The estimation and quality of recorded rainfall play a vital role in the performance of the European sewer systems, water treatment plants, irrigation requirements and advanced recognition of a developing flood threat. Heavy rain frequently overwhelms urban sewage systems, which cause rapid flooding in cities. The unnecessary use of water for irrigation on farms increases costs significantly. Accurate, local level rainfall data is critical for customers of weather data service providers, as they can save multimillion euros on rainfall related investment for improving these systems.
Currently, the common methods to measure rainfall include the use of rain gauges or long range weather radars. Rain gauges are used for direct measurement of rainfall intensity near land. As rain gauge measures precipitation in one single point, a network application of gauges is necessary to keep deviation less than 5 %. To own and operate an individual rain gauge often cost as much as 1100 in a month (including 25% of essential maintenance and repair cost). For a company to own and operate a network of 50 gauges the annual costs can approach 300,000 . Rain gauge networks are often poorly designed and sited which result in unreliable data that cannot be used. The loss of cost can reach 75%. Long range weather radars work as very densely situated rain gauges, but the price of long range weather radars are not affordable for large part of end-users, especially for SMEs.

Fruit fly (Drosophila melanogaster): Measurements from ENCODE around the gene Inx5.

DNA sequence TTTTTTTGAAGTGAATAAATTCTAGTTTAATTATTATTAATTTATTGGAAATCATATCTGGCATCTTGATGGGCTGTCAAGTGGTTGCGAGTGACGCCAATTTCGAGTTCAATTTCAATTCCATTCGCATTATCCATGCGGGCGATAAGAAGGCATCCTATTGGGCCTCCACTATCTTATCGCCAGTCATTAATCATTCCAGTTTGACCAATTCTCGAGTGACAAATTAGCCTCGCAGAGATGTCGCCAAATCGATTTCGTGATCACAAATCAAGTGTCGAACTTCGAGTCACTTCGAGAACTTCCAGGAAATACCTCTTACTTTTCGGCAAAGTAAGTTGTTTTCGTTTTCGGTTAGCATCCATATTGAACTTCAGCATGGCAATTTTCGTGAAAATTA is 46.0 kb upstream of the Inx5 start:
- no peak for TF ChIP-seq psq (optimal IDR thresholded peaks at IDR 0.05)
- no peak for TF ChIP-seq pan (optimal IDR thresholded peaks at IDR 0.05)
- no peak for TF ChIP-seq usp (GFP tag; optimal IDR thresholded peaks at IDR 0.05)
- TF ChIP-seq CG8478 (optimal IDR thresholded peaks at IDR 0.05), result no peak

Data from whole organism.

Participating SMEs of the MARG project realized that there is a clear need for a cheaper and innovative measurement device. The MARG project aims to develop an innovative, accurate, real-time and user friendly measurement system monitoring spatial distribution and intensity of rain in rural and urban scale for commercial weather data and value-added forecast product suppliers.